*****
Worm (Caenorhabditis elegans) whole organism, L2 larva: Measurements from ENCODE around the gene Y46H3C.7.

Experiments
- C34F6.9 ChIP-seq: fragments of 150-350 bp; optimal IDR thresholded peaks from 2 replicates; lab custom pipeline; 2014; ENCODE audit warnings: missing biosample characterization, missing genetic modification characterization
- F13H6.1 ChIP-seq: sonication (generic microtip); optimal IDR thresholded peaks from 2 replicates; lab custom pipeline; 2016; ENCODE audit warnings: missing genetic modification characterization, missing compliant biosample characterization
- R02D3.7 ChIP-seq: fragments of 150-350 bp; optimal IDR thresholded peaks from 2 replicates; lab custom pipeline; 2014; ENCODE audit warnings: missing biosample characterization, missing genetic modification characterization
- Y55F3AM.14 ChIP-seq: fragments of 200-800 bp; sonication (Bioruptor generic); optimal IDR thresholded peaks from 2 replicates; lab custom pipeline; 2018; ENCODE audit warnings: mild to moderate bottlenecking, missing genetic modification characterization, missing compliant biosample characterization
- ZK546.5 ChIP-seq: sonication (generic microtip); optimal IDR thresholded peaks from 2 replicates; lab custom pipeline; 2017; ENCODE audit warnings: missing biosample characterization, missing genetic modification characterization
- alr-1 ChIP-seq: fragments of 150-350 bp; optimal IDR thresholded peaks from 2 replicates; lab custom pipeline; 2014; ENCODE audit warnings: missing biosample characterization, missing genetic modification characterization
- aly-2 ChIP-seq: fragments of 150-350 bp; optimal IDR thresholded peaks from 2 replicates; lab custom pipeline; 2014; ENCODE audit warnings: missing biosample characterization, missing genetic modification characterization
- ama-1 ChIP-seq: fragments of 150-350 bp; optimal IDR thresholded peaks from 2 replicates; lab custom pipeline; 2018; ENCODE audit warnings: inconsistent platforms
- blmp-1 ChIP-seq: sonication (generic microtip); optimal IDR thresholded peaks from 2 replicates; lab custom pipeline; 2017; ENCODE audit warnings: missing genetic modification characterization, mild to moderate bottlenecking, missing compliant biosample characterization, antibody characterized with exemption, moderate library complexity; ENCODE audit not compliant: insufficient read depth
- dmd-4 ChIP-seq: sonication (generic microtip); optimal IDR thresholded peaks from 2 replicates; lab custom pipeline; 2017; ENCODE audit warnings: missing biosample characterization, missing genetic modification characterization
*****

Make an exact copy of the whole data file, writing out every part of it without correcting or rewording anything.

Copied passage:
Worm (Caenorhabditis elegans) whole organism, L2 larva: Measurements from ENCODE around the gene Y46H3C.7.

Experiments
- C34F6.9 ChIP-seq: fragments of 150-350 bp; optimal IDR thresholded peaks from 2 replicates; lab custom pipeline; 2014; ENCODE audit warnings: missing biosample characterization, missing genetic modification characterization
- F13H6.1 ChIP-seq: sonication (generic microtip); optimal IDR thresholded peaks from 2 replicates; lab custom pipeline; 2016; ENCODE audit warnings: missing genetic modification characterization, missing compliant biosample characterization
- R02D3.7 ChIP-seq: fragments of 150-350 bp; optimal IDR thresholded peaks from 2 replicates; lab custom pipeline; 2014; ENCODE audit warnings: missing biosample characterization, missing genetic modification characterization
- Y55F3AM.14 ChIP-seq: fragments of 200-800 bp; sonication (Bioruptor generic); optimal IDR thresholded peaks from 2 replicates; lab custom pipeline; 2018; ENCODE audit warnings: mild to moderate bottlenecking, missing genetic modification characterization, missing compliant biosample characterization
- ZK546.5 ChIP-seq: sonication (generic microtip); optimal IDR thresholded peaks from 2 replicates; lab custom pipeline; 2017; ENCODE audit warnings: missing biosample characterization, missing genetic modification characterization
- alr-1 ChIP-seq: fragments of 150-350 bp; optimal IDR thresholded peaks from 2 replicates; lab custom pipeline; 2014; ENCODE audit warnings: missing biosample characterization, missing genetic modification characterization
- aly-2 ChIP-seq: fragments of 150-350 bp; optimal IDR thresholded peaks from 2 replicates; lab custom pipeline; 2014; ENCODE audit warnings: missing biosample characterization, missing genetic modification characterization
- ama-1 ChIP-seq: fragments of 150-350 bp; optimal IDR thresholded peaks from 2 replicates; lab custom pipeline; 2018; ENCODE audit warnings: inconsistent platforms
- blmp-1 ChIP-seq: sonication (generic microtip); optimal IDR thresholded peaks from 2 replicates; lab custom pipeline; 2017; ENCODE audit warnings: missing genetic modification characterization, mild to moderate bottlenecking, missing compliant biosample characterization, antibody characterized with exemption, moderate library complexity; ENCODE audit not compliant: insufficient read depth
- dmd-4 ChIP-seq: sonication (generic microtip); optimal IDR thresholded peaks from 2 replicates; lab custom pipeline; 2017; ENCODE audit warnings: missing biosample characterization, missing genetic modification characterization